Formal discussions among the Vassar faculty began more than a decade ago about the need to bring the college’s facilities more in line with its vigorous science curriculum. With the help of Ennead Architects it became apparent that one failing building was beyond repair and needed to be replaced, while three others had architectural staying power which merited thoughtful renovation.

The New England and Sanders Physics buildings originate from the early twentieth century (1919 and 1926 respectively), and their “gut” renovations struck a careful balance between old and new, providing an extensive upgrade of infrastructure and mechanical systems as well as reinforcement of fine heritage features. While the renovation of New England, for example, brought fundamental improvements to electrical, ventilation, data, and life safety functions, it also re-created the building’s original combination of a magnificent skylight and laylight above the building’s central section -- architectural flourishes which had been removed during work decades earlier.  As the new home of the Psychology and Cognitive Science departments, New England now includes observation and testing suites with sophisticated audio and video recording equipment for conducting research.

Complete renovation of these two historic buildings also made it possible to fully reconsider the best use of their entire square footage, including previously underutilized spaces in their old floor plans. In Sanders Physics over 4,600 square feet of attic space has been repurposed and transformed with a sizable new skylight into an airy instructional and research floor for the computer science department. Meanwhile the lower level of the building was redesigned for three new advanced physics labs for professors who study, respectively, ultra-thin materials, optics, and acoustics.

The renovation of approximately 30 percent of the floor plan in Olmsted Hall resulted in fully updated classrooms, new group study and meeting spaces, and facilities that better serve the complementary interests of biology and psychology scholars in the Neuroscience & Behavior program. Far more natural light pours into the building’s expanded lobby, which provides additional informal study spaces. And in an inspired design stroke Olmsted is now beautifully dovetailed with the new Bridge for Laboratory Sciences, creating connections between the two buildings on three levels through which faculty and students in several disciplines flow in both directions.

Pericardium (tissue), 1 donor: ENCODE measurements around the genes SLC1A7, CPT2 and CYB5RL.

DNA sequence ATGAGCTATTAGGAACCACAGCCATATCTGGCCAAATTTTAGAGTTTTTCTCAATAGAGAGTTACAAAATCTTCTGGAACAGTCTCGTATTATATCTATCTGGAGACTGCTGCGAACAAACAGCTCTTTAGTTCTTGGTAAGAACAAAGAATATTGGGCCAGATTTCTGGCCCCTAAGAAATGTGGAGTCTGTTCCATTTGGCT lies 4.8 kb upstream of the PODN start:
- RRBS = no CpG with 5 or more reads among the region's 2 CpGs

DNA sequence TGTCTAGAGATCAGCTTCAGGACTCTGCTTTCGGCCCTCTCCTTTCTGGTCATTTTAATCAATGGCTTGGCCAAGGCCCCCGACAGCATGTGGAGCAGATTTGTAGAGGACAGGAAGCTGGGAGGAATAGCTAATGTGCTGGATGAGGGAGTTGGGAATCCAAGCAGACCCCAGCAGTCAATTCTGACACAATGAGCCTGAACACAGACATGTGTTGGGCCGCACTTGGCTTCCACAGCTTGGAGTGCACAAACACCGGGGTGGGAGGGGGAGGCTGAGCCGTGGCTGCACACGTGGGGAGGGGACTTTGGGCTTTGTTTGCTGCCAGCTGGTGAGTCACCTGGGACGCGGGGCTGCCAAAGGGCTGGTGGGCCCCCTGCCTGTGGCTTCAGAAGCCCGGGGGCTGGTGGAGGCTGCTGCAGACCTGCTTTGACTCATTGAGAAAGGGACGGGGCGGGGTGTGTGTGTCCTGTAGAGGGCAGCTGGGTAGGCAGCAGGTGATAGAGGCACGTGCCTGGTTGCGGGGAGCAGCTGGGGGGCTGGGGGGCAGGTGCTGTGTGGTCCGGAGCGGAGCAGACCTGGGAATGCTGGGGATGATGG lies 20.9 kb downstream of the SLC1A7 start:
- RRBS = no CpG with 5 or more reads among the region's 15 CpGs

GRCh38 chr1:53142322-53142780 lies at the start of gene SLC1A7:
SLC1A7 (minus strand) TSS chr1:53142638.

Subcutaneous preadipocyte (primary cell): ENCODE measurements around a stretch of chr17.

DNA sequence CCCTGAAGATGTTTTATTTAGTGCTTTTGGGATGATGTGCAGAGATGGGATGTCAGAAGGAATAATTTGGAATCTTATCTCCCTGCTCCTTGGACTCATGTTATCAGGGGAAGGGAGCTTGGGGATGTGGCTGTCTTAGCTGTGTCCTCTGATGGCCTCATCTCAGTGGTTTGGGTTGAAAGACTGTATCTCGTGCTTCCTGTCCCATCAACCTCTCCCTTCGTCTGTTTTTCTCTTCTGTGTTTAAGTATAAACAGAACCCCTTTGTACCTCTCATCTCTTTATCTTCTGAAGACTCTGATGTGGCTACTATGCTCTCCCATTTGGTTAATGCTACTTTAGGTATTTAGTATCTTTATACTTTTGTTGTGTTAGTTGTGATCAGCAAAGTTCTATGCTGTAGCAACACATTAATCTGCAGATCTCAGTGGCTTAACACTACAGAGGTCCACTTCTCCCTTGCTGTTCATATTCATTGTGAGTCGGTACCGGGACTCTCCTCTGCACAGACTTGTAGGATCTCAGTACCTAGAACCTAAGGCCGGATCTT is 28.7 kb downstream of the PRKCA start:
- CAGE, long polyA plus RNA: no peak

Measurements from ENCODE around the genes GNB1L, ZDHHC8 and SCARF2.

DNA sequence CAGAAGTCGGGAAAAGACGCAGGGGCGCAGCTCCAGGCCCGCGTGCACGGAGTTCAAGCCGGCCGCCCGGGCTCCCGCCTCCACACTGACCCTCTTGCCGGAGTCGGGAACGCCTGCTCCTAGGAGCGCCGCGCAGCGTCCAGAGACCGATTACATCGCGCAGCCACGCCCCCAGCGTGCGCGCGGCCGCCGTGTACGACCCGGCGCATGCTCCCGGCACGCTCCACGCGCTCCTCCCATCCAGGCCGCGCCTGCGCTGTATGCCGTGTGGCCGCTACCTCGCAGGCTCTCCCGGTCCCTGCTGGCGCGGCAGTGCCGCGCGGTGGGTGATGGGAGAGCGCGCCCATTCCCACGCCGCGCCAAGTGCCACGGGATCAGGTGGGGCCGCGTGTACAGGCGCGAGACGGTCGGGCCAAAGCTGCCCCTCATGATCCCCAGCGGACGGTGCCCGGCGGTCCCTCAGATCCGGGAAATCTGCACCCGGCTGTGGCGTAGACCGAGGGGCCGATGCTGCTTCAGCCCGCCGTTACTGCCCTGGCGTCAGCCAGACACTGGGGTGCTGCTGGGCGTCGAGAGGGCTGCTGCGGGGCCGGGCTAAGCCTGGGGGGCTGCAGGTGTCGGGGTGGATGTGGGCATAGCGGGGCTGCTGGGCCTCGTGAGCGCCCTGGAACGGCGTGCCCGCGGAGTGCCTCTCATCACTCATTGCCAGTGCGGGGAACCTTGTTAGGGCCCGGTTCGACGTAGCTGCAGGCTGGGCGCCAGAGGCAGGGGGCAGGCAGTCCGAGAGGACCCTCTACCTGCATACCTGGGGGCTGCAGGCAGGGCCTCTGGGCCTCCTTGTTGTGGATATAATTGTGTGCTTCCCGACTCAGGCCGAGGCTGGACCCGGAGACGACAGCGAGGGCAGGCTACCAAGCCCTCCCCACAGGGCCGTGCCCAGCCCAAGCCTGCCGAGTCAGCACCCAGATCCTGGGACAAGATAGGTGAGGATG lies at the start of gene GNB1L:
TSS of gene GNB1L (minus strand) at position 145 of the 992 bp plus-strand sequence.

With the Bridge for Laboratory Sciences, Vassar and Ennead have realized a leading-edge facility in a variety of important ways. As the new home of the Chemistry Department the Bridge makes possible experiments using an extensive array of state-of-the-art instrumentation, for molecular structure determination, spectroscopy, chromatography, and other specialized techniques. In the Bridge’s role as a multidisciplinary site, chemistry faculty and students also share the new Earth and Environment Lab with cohorts from biology, environmental studies and earth science, in a space specially designed to serve their common scientific needs.